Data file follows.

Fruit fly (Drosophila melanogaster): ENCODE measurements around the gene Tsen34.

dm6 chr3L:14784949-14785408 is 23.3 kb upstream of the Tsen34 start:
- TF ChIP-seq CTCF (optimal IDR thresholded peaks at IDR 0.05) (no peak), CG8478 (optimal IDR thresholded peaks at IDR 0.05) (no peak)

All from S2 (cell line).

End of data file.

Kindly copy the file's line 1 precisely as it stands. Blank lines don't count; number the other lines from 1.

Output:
Fruit fly (Drosophila melanogaster): ENCODE measurements around the gene Tsen34.